• Obviously, numerous modifications and variations of the present disclosure are possible in light of the above teachings. It is therefore to be understood that within the scope of the appended claims, the disclosure may be practiced otherwise than as specifically described herein.
  • In so far as embodiments of the disclosure have been described as being implemented, at least in part, by software-controlled data processing apparatus, it will be appreciated that a non-transitory machine-readable medium carrying such software, such as an optical disk, a magnetic disk, semiconductor memory or the like, is also considered to represent an embodiment of the present disclosure.
  • It will be appreciated that the above description for clarity has described embodiments with reference to different functional units, circuitry and/or processors. However, it will be apparent that any suitable distribution of functionality between different functional units, circuitry and/or processors may be used without detracting from the embodiments.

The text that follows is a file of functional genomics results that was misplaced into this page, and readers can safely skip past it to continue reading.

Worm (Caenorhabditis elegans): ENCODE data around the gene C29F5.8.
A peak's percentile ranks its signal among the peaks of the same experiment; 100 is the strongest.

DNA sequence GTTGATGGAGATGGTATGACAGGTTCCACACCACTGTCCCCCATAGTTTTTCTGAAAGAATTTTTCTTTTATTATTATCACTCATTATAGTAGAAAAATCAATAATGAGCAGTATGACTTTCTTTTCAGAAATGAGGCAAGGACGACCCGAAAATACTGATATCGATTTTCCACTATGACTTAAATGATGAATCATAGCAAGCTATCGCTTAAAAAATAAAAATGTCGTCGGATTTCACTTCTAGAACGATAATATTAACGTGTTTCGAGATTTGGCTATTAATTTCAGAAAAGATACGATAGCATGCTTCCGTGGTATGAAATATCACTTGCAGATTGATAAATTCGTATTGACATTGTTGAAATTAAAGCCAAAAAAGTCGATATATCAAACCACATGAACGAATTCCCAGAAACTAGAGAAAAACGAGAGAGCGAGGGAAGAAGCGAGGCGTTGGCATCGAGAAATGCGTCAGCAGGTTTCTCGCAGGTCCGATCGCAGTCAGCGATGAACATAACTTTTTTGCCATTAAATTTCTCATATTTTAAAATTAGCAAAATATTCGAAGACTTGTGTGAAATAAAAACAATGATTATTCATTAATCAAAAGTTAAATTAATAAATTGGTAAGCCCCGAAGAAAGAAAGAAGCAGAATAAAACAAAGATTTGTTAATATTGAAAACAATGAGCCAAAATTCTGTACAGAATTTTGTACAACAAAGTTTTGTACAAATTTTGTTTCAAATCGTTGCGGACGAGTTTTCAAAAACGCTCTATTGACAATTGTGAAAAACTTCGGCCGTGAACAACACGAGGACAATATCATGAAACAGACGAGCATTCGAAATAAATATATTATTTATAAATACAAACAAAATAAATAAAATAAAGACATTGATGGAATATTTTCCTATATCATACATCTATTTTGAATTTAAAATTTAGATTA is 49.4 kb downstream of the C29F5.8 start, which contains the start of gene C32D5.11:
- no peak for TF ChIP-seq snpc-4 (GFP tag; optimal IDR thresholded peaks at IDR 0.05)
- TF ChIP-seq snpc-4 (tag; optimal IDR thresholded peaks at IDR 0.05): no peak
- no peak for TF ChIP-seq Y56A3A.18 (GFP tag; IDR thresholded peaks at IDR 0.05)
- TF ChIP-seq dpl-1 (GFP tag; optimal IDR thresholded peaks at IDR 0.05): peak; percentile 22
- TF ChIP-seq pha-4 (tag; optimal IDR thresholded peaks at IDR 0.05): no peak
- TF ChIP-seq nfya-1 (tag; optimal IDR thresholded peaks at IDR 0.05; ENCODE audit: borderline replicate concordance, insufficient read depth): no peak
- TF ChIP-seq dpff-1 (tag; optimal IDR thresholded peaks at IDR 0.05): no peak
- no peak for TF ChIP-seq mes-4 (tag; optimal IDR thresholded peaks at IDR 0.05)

• Described embodiments may be implemented in any suitable form including hardware, software, firmware or any combination of these. Described embodiments may optionally be implemented at least partly as computer software miming on one or more data processors and/or digital signal processors. The elements and components of any embodiment may be physically, functionally and logically implemented in any suitable way. Indeed the functionality may be implemented in a single unit, in a plurality of units or as part of other functional units. As such, the disclosed embodiments may be implemented in a single unit or may be physically and functionally distributed between different units, circuitry and/or processors.
  • Although the present disclosure has been described in connection with some embodiments, it is not intended to be limited to the specific form set forth herein. Additionally, although a feature may appear to be described in connection with particular embodiments, one skilled in the art would recognize that various features of the described embodiments may be combined in any manner suitable to implement the technique.